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The Butter and Egg Man

A zany portrait of a simpler time on Broadway in George S Kaufman's only solo comedy.

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Alisha Spielmann, Ryan McCurdy, and Ben Schnickel in a scene from Retro Production’s revival of George S. Kaufman’s “The Butter and Egg Man” (Photo credit: Kyle Connolly) 

Alisha Spielmann, Ryan McCurdy, and Ben Schnickel in a scene from Retro Production’s revival of George S. Kaufman’s “The Butter and Egg Man” (Photo credit: Kyle Connolly)

Joel Benjamin

Joel Benjamin, Critic

George S. Kaufman’s only solo effort, the 1925 satire, The Butter and Egg Man is a colorfully exaggerated snapshot of the nitty-gritty, seat-of-your-pants theater of a prolific decade when two men could do it all:  casting, hiring designers, booking theaters and, of course, raising the dough.  How things have changed!   It’s the money, and the chicanery involved in raising it, that animates the plot of The Butter and Egg Man.  The title, in fact, refers to the rich dilettante who can be duped into investing in a clunker, here played by a wide-eyed Ben Schnickel who makes Peter Jones a sweet guy from the sticks who finally finds a backbone and love. 

Retro Productions has assembled a game cast under the direction of Ricardo Rust, all of whom enthusiastically take on these cartoony, absurdly self-involved characters with zest, if not panache.  A successful production of this kind of loony show depends on the skill of actors to play recognizable types:  the obnoxious Jewish producer, the innocent rube, the sexy showgirl, the effeminate director, etc.  Playwrights of the twenties and thirties, including the greats like Eugene O’Neill, Preston Sturges and Clifford Odets, wrote with character actors in mind.

That the actors in this show succeed as well as they do is a testament to their talents and Mr. Rust’s understanding of the period.  There are some gross exaggerations, some wavering accents and awkwardness in pacing as well as some ill-advised cutesy behavior during scene changes, but the net result is an enjoyably wacky evening in the company of likeable crazies.

Joe Lehman (a fearlessly boorish Brian Silliman) and his partner Jack McClure (a quietly intense Matthew Trumbull) are putting on a show, Her Lesson, and things aren’t going well.  The play is dreck, the star is absurdly untalented and money is in short supply.  Enter Peter Jones (Mr. Schnickel, wide-eyed and adorable) who is taken in by Joe’s spiel of glamor and cash rolling in after the show opens.  Their woefully under-paid secretary, Jane Weston (Alisha Spielmann, who finds a rainbow of emotions in a colorless role) knows what’s what and tries to protect Jack who quickly falls in love with her.

Joe’s wife, Fanny, a robust Heather E. Cunningham who almost steals the show with her snide wisecracks, serves as the giddily sardonic Greek chorus.  Shay Gines is the cluelessly flamboyant star of Her Lesson, Mary Martin (a prescient name if there ever was one!) She almost-but-not-quite gets the high-falutin’ diva style, but is always amusing.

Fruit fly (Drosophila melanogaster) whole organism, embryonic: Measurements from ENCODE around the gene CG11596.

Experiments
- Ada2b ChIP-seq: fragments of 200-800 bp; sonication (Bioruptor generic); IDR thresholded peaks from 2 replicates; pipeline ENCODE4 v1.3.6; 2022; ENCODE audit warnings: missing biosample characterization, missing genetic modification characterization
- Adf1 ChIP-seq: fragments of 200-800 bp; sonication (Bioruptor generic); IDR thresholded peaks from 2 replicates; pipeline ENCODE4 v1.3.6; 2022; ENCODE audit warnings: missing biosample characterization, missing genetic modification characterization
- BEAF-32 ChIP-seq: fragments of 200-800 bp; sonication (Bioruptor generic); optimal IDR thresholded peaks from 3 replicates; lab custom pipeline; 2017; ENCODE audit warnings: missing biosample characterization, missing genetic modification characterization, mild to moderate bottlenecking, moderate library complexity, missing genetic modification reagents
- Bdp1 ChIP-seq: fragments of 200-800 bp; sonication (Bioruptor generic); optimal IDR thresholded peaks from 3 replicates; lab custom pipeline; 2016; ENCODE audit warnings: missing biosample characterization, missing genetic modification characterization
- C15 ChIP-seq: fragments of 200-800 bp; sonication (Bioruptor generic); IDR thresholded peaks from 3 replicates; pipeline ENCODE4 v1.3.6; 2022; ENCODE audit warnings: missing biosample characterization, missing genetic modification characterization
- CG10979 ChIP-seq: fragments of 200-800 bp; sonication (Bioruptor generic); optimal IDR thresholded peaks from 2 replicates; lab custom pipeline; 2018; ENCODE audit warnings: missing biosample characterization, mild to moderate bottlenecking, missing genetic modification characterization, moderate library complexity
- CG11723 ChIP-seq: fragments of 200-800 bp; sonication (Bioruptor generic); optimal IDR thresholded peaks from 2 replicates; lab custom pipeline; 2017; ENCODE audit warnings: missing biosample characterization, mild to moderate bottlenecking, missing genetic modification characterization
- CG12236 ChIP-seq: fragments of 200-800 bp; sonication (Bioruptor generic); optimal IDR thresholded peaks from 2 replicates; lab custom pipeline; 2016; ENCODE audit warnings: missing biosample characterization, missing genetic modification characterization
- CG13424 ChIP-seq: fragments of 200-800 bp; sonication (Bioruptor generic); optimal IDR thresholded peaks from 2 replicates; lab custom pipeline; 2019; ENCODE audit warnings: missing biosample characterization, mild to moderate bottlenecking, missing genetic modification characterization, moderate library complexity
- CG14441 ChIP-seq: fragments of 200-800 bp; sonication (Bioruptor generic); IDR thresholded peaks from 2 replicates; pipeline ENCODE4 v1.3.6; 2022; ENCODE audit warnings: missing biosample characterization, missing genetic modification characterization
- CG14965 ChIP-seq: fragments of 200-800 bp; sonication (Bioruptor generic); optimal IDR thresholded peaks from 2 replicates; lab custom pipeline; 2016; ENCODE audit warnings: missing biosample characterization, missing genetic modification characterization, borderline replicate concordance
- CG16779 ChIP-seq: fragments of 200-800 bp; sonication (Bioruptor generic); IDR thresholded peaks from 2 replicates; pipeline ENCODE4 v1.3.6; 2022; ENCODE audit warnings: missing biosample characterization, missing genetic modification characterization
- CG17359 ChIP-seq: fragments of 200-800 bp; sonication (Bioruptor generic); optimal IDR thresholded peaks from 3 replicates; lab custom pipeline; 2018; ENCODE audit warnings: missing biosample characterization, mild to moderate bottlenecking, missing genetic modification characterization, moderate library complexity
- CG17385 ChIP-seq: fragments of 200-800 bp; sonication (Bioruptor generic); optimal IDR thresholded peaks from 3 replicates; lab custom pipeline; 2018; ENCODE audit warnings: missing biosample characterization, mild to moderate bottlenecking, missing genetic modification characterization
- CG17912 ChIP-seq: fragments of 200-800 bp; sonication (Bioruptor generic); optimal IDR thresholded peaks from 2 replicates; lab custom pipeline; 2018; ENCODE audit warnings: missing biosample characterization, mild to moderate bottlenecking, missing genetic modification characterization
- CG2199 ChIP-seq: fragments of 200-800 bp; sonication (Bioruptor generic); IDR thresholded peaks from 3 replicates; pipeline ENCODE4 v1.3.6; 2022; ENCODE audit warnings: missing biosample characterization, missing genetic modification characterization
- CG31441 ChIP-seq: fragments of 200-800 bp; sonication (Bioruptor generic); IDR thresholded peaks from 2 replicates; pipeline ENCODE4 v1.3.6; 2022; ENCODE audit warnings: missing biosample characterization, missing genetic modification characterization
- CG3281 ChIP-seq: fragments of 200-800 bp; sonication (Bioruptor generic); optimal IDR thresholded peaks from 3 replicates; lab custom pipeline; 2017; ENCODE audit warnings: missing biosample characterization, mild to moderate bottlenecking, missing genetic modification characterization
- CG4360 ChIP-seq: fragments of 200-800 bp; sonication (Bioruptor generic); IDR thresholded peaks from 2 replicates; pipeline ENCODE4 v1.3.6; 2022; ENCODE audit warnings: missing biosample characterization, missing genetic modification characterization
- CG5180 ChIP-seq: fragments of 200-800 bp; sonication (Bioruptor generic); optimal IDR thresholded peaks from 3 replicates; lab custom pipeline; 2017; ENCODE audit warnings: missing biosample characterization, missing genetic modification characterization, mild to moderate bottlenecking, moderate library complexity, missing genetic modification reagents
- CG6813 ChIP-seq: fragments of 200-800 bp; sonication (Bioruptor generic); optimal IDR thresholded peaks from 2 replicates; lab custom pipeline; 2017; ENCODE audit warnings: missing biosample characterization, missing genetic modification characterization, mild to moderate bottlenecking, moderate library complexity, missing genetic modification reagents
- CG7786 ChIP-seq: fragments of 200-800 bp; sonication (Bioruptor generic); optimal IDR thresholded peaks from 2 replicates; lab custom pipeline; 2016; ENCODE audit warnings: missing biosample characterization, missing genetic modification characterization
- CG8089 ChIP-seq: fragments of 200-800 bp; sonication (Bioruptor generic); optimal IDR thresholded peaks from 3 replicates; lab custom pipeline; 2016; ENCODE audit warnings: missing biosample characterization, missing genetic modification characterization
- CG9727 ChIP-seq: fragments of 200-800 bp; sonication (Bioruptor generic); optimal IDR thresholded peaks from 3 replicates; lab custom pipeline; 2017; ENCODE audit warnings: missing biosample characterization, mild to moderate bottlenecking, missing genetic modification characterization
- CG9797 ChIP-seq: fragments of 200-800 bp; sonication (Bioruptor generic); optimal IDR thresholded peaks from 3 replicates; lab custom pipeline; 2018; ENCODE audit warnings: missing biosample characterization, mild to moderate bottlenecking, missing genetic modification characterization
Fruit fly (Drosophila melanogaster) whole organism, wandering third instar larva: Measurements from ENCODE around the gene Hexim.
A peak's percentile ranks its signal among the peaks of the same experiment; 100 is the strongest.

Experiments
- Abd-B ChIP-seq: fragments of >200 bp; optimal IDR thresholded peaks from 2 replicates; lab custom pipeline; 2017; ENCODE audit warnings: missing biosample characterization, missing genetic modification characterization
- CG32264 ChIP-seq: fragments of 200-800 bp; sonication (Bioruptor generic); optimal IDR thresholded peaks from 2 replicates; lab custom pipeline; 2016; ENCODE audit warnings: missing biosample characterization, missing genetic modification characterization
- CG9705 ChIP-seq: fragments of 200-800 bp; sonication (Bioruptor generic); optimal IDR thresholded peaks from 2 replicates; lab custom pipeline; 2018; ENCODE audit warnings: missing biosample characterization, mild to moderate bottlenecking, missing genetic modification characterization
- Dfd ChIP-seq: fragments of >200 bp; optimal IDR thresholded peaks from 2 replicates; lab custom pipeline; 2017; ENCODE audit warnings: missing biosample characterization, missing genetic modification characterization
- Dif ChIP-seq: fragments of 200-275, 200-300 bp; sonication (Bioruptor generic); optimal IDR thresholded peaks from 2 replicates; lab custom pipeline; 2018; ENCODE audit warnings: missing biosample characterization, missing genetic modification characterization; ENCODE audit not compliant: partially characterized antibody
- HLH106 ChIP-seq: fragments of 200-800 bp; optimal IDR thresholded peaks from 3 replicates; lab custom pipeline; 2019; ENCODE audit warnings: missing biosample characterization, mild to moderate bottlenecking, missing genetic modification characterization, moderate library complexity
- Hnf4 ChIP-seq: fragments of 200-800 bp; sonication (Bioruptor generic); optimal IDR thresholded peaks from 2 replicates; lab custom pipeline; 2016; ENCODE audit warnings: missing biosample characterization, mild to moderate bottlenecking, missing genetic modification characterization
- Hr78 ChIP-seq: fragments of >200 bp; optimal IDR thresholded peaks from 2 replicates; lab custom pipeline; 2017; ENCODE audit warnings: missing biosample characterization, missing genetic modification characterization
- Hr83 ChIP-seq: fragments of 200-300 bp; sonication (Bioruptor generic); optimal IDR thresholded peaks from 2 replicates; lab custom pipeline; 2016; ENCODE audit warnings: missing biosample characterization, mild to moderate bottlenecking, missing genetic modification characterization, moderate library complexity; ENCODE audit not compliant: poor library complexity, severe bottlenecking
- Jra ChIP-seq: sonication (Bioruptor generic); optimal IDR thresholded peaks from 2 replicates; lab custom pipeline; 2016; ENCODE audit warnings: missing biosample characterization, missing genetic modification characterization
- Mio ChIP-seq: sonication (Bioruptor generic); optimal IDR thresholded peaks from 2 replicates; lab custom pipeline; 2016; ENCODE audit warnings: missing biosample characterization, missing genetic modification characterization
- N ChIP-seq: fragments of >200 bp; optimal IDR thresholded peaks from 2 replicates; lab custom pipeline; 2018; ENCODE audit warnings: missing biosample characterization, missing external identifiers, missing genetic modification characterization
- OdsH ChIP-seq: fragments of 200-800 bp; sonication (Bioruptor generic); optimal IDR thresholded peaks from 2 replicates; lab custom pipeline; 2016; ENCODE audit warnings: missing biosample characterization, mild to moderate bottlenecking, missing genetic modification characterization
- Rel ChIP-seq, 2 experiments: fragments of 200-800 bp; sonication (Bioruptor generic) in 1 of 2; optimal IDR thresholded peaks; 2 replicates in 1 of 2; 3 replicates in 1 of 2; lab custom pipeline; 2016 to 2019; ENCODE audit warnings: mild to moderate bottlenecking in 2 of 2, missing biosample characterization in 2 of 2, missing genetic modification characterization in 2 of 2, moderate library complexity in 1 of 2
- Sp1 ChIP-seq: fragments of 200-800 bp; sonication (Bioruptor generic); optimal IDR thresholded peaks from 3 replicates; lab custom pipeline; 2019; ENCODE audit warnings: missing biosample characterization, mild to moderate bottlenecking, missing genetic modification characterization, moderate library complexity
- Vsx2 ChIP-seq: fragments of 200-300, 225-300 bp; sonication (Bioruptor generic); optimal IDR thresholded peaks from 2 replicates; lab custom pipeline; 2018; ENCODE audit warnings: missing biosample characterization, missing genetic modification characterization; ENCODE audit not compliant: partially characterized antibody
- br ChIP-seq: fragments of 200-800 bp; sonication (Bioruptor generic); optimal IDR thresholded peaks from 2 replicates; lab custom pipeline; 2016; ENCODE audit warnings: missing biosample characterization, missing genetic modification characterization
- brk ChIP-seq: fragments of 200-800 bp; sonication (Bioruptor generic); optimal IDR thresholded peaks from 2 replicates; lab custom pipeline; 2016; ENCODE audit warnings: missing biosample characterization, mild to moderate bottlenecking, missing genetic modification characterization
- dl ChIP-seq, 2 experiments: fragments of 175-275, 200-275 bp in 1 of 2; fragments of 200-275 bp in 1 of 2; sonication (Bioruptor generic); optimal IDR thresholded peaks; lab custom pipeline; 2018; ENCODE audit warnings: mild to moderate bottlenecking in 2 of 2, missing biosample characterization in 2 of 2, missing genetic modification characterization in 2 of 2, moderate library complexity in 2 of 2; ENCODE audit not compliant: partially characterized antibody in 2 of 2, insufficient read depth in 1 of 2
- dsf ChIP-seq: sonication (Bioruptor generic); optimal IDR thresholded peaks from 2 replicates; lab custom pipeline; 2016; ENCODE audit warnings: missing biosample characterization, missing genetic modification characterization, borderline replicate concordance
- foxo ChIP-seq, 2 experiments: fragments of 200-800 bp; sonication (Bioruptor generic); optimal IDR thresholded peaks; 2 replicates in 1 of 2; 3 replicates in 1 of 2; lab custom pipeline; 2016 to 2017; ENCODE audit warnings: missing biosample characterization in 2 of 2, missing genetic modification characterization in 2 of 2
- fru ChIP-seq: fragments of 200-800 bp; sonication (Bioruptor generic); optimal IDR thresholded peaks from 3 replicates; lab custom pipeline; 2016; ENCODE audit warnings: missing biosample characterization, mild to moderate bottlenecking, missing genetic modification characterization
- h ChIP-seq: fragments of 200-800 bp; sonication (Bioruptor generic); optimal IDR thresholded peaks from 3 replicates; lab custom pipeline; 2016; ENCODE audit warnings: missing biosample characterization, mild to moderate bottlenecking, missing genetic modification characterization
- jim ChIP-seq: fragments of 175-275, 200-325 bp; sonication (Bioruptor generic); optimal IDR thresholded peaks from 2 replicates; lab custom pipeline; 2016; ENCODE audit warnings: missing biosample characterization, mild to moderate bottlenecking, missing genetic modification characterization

The cast of Retro Production’s revival of George S. Kaufman’s “The Butter and Egg Man” (Photo credit: Kyle Connolly) 

The cast of Retro Production’s revival of George S. Kaufman’s “The Butter and Egg Man” (Photo credit: Kyle Connolly)

As the producing team takes the show out of town, chaos ensues.   Somehow, the show not only survives, but succeeds beyond the wildest hopes of those involved.   Jack gains total control of the show with the aid of Oscar Fritchie, the haughty, but frugal, assistant manager of the out of town hotel where the show’s staff is ensconced.  Fritchie is played by Ryan McCurdy with an accent that never quite decides if it’s English or Scottish.  McCurdy, however, is amusingly brittle.

The rest of the cast includes a waiter (C.J. Malloy), a dippy flapper with a “Noo Yawk” accent (Sarah K. Lippmann), a screechy-voiced hotel telephone operator (Rebecca Gray Davis), and an English impresario (Seth Shelden), all of whom seem to be having a great time.

The set by Jeff Stander is quite extravagant by Off-Broadway standards.  Scene changes are managed by the cast who mug and prance in an unnecessarily distracting manner as they revolve walls and carry in furniture.  Viviane Galloway’s costumes are equally elaborate with great attention to detail and character.  The Butter and Egg Man at the Gene Frankel Theatre has the exuberance of a first rate summer stock production.  It is a delightful portrait of a simpler time on Broadway.

The Butter and Egg Man (through May 30, 2015)

Retro Productions

Gene Frankel Theatre, 24 Bond Street, in Manhattan

For tickets, visit http://www.retroproductions.org

Running time: two hour and 15 minutes including one intermission

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Joel Benjamin
About Joel Benjamin (368 Articles)
JOEL BENJAMIN was a child performer on Broadway and danced with leading modern dance and ballet companies. Joel has been attending theater, ballet and opera performances ever since childhood, becoming quite opinionated over the years. He was the founder and artistic director of the American Chamber Ballet and subsequently was massage therapist to the stars before becoming a reviewer and memoirist. He is a member of the Outer Critics Circle.

1 Comment on The Butter and Egg Man

  1. Avatar Chad Anthony Miller // May 27, 2015 at 3:45 pm // Reply

    Joel, thanks so much for coming to the show! This English impresario will happily direct anything of yours that ever goes to Syracuse. Provided there’s champagne, of course.

    In all seriousness, thanks for your very supportive review!

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